March 5th, 2013
The Southeast Asia 2013 Lecture Series presents: “ON/OFFLINE CLEAN UP: SOCIAL MEDIA AND POLITICAL ACTIVISM IN MALAYSIA”
Consortium For Science Policy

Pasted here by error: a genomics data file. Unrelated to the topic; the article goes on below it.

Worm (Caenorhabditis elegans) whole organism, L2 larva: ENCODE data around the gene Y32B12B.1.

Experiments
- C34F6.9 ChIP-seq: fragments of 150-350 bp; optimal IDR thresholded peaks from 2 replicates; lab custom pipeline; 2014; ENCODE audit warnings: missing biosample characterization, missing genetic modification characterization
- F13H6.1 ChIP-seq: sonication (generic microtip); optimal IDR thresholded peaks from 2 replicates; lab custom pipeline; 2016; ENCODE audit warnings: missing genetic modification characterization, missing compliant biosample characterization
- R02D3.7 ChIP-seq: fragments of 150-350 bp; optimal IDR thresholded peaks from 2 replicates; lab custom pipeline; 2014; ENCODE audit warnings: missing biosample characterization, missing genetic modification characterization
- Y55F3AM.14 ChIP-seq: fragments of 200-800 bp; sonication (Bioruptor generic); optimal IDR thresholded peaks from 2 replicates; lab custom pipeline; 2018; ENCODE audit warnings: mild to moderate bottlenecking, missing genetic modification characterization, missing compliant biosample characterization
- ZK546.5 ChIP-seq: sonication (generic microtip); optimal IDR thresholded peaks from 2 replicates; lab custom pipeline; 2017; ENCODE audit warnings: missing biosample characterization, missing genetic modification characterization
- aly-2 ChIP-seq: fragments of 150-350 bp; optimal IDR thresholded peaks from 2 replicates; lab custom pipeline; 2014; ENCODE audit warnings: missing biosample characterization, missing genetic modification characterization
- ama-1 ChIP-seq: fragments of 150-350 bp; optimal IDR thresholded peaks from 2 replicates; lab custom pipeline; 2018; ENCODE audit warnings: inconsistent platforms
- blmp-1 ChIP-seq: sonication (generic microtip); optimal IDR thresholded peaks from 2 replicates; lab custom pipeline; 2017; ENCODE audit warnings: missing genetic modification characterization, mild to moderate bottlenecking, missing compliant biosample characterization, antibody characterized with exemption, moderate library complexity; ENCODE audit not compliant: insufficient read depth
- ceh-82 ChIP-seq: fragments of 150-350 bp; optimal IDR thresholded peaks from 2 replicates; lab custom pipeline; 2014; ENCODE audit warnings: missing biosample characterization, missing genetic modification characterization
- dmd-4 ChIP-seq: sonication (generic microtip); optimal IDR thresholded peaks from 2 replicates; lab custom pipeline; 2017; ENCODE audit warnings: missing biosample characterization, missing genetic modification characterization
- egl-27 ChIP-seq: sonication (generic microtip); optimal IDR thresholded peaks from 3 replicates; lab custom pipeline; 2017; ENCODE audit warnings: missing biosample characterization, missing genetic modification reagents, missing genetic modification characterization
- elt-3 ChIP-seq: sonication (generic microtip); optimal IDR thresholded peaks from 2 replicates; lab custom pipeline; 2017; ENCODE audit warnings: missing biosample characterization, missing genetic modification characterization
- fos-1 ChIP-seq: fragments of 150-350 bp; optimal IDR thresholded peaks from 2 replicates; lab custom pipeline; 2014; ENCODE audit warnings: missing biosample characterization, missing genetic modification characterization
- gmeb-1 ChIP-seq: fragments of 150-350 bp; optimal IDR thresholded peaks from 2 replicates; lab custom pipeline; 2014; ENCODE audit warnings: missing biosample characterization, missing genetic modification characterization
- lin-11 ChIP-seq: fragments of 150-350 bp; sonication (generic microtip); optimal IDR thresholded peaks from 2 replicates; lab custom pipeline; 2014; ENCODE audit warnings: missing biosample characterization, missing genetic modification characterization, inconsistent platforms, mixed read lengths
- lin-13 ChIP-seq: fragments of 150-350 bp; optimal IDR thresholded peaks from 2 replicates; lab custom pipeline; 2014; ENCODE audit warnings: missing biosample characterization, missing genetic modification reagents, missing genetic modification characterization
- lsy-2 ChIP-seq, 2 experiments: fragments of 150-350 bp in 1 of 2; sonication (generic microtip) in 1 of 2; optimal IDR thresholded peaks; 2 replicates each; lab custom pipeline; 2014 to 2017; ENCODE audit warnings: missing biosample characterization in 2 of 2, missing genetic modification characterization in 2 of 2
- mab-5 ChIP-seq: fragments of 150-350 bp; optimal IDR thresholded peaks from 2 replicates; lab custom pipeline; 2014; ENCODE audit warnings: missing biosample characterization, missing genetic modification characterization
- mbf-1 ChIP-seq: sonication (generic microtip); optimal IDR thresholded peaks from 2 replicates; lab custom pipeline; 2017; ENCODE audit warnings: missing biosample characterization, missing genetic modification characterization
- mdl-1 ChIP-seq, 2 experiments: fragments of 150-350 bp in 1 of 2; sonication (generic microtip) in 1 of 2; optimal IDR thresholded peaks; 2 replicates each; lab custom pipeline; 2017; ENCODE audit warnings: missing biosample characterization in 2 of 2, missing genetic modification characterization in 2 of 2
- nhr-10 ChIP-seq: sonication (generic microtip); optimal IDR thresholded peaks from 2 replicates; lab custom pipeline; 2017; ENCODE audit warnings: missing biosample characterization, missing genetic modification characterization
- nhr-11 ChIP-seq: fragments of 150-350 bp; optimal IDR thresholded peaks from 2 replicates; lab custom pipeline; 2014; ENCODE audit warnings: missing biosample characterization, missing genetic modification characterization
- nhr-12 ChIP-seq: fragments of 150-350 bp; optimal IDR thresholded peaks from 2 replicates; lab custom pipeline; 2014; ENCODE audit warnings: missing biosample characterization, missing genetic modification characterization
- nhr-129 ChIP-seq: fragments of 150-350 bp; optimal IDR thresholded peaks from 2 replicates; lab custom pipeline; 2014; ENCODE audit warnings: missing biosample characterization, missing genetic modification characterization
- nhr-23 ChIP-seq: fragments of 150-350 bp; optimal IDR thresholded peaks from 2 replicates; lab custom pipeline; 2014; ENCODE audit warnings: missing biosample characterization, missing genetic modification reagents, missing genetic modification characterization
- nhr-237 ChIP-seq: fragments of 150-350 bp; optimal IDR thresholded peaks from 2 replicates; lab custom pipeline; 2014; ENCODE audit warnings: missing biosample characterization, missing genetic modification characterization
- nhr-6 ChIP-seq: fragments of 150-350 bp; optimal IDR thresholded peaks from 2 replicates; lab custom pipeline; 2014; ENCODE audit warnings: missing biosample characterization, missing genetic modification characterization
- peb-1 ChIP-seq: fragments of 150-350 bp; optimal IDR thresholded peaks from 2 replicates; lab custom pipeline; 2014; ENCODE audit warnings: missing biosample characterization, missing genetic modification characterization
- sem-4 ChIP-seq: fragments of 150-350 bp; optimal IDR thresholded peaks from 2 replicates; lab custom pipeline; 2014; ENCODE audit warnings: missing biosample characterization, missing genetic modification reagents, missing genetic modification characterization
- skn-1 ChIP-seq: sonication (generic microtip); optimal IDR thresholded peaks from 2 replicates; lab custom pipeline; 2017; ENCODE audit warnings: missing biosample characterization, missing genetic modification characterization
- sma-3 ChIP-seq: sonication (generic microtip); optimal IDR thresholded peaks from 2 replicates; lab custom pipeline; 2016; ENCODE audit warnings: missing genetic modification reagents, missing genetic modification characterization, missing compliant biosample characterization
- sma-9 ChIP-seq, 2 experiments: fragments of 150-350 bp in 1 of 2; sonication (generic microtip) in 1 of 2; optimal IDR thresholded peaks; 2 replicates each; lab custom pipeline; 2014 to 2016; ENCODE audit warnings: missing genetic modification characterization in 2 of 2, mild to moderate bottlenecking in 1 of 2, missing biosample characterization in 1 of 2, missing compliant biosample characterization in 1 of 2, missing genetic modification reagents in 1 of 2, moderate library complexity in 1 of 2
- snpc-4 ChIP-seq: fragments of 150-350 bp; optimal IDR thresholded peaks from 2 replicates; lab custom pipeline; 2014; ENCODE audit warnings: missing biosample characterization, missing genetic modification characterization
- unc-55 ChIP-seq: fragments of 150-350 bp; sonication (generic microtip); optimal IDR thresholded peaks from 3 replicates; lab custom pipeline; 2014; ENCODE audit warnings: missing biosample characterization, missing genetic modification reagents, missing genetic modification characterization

Focusing on the Bersih (clean) movement, the largest populist movement in the history of contemporary Malaysia, in this lecture I examine how social media shapes the participation in offline social movement protests. This lecture provides a detailed account of how social media platforms, such as Facebook and Twitter, were used not only to communicate and organize protests but also to contest the power (of the authority) figuratively in online space and to strategize against physical control and repression in public spaces. Empirical data from the latest massive protest in April 2012 (Bersih 3.0) shows that social media and physical urban spaces (especially in Kuala Lumpur) have become networked spaces and interdependent dimension of political insurgencies. By analyzing the complexity and dynamics of the relationship between participation in social media and on the streets, I offer a critical approach to the promise of activism. Other than viewing social media activism as a harbinger of democracy or dismissing it as a mere click-activism, in this lecture I explore the ways in which social media changes (or not) the notion of participation in public sphere and the relationship between citizens and the state, and subsequently challenges the conventional form of citizenship.